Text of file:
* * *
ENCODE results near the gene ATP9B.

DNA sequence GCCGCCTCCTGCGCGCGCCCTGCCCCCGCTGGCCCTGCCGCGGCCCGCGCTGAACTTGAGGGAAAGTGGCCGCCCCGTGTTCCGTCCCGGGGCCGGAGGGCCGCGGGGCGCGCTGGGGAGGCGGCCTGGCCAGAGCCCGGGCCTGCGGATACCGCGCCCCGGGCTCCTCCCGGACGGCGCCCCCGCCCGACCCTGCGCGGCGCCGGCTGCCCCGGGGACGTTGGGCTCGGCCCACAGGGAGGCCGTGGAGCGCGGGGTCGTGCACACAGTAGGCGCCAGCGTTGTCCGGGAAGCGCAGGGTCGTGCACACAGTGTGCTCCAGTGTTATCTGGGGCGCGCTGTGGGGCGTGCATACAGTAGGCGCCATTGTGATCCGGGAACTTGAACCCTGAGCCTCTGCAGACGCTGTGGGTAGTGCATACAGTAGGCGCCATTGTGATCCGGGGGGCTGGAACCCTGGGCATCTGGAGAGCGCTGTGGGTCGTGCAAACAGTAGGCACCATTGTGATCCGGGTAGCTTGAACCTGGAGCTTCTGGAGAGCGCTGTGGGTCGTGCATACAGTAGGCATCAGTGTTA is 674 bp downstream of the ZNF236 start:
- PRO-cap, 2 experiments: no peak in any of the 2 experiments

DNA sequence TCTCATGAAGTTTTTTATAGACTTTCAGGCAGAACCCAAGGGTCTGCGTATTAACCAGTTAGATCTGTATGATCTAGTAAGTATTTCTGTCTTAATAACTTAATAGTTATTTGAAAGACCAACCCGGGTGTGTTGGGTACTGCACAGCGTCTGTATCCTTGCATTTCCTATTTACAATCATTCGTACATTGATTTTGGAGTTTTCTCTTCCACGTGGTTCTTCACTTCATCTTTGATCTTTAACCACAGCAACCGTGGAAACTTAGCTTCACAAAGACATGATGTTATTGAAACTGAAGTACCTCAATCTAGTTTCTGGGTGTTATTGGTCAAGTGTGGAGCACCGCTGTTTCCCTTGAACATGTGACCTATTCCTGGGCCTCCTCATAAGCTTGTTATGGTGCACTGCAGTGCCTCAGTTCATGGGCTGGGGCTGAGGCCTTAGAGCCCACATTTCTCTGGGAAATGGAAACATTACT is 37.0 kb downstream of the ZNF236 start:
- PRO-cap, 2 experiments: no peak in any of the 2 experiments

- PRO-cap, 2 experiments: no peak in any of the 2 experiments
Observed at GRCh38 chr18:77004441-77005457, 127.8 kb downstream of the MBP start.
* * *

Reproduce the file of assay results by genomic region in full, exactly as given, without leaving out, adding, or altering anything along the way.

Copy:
ENCODE results near the gene ATP9B.

DNA sequence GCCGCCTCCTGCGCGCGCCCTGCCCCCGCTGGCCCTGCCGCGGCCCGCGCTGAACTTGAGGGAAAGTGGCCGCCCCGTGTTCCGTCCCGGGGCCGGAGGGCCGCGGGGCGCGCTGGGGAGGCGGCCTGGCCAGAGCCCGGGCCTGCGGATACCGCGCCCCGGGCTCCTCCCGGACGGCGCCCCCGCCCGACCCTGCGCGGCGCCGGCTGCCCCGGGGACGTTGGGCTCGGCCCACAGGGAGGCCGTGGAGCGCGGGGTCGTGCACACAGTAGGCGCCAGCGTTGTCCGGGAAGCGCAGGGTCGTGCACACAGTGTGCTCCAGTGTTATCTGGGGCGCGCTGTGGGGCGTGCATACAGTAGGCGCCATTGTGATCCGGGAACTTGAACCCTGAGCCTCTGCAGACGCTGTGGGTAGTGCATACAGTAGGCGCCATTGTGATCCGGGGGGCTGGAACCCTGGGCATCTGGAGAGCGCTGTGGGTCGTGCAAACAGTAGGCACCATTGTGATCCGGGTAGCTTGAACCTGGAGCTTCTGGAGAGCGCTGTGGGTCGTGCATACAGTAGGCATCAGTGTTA is 674 bp downstream of the ZNF236 start:
- PRO-cap, 2 experiments: no peak in any of the 2 experiments

DNA sequence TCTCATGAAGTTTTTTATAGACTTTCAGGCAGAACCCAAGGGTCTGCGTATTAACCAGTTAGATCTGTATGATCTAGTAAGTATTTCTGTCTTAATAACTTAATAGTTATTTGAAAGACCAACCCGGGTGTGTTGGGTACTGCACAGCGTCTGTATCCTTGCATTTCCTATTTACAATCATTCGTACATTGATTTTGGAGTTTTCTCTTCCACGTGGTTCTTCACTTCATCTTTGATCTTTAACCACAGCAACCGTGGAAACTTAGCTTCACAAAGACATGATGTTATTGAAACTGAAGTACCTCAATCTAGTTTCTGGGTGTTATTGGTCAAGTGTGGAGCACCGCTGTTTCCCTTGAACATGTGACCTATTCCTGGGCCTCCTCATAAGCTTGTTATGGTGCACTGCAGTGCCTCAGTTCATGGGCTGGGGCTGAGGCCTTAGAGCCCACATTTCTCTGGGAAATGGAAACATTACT is 37.0 kb downstream of the ZNF236 start:
- PRO-cap, 2 experiments: no peak in any of the 2 experiments

- PRO-cap, 2 experiments: no peak in any of the 2 experiments
Observed at GRCh38 chr18:77004441-77005457, 127.8 kb downstream of the MBP start.